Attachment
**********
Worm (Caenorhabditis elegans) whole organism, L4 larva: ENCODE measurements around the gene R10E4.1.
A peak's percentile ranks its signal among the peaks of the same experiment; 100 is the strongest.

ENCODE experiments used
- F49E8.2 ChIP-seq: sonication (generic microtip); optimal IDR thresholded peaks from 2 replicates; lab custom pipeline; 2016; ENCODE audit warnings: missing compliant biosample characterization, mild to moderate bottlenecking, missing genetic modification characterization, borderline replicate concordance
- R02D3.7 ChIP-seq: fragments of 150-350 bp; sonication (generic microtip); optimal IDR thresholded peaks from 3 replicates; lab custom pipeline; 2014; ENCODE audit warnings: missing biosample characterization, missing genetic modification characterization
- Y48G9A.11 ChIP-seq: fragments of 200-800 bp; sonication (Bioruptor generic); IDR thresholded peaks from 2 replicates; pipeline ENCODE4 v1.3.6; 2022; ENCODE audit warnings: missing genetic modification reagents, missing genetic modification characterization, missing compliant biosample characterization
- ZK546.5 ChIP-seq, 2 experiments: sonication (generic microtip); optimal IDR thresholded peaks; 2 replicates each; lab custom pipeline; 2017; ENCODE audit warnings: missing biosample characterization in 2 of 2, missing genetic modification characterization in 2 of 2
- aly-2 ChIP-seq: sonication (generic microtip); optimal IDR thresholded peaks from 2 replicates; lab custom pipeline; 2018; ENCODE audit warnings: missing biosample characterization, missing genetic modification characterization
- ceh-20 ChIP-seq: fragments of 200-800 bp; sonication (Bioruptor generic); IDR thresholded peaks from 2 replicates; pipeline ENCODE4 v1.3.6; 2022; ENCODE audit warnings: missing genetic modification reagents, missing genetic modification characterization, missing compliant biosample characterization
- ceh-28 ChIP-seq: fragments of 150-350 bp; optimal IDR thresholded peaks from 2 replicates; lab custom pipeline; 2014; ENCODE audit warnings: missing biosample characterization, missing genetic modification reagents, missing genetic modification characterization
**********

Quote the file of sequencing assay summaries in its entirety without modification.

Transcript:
Worm (Caenorhabditis elegans) whole organism, L4 larva: ENCODE measurements around the gene R10E4.1.
A peak's percentile ranks its signal among the peaks of the same experiment; 100 is the strongest.

ENCODE experiments used
- F49E8.2 ChIP-seq: sonication (generic microtip); optimal IDR thresholded peaks from 2 replicates; lab custom pipeline; 2016; ENCODE audit warnings: missing compliant biosample characterization, mild to moderate bottlenecking, missing genetic modification characterization, borderline replicate concordance
- R02D3.7 ChIP-seq: fragments of 150-350 bp; sonication (generic microtip); optimal IDR thresholded peaks from 3 replicates; lab custom pipeline; 2014; ENCODE audit warnings: missing biosample characterization, missing genetic modification characterization
- Y48G9A.11 ChIP-seq: fragments of 200-800 bp; sonication (Bioruptor generic); IDR thresholded peaks from 2 replicates; pipeline ENCODE4 v1.3.6; 2022; ENCODE audit warnings: missing genetic modification reagents, missing genetic modification characterization, missing compliant biosample characterization
- ZK546.5 ChIP-seq, 2 experiments: sonication (generic microtip); optimal IDR thresholded peaks; 2 replicates each; lab custom pipeline; 2017; ENCODE audit warnings: missing biosample characterization in 2 of 2, missing genetic modification characterization in 2 of 2
- aly-2 ChIP-seq: sonication (generic microtip); optimal IDR thresholded peaks from 2 replicates; lab custom pipeline; 2018; ENCODE audit warnings: missing biosample characterization, missing genetic modification characterization
- ceh-20 ChIP-seq: fragments of 200-800 bp; sonication (Bioruptor generic); IDR thresholded peaks from 2 replicates; pipeline ENCODE4 v1.3.6; 2022; ENCODE audit warnings: missing genetic modification reagents, missing genetic modification characterization, missing compliant biosample characterization
- ceh-28 ChIP-seq: fragments of 150-350 bp; optimal IDR thresholded peaks from 2 replicates; lab custom pipeline; 2014; ENCODE audit warnings: missing biosample characterization, missing genetic modification reagents, missing genetic modification characterization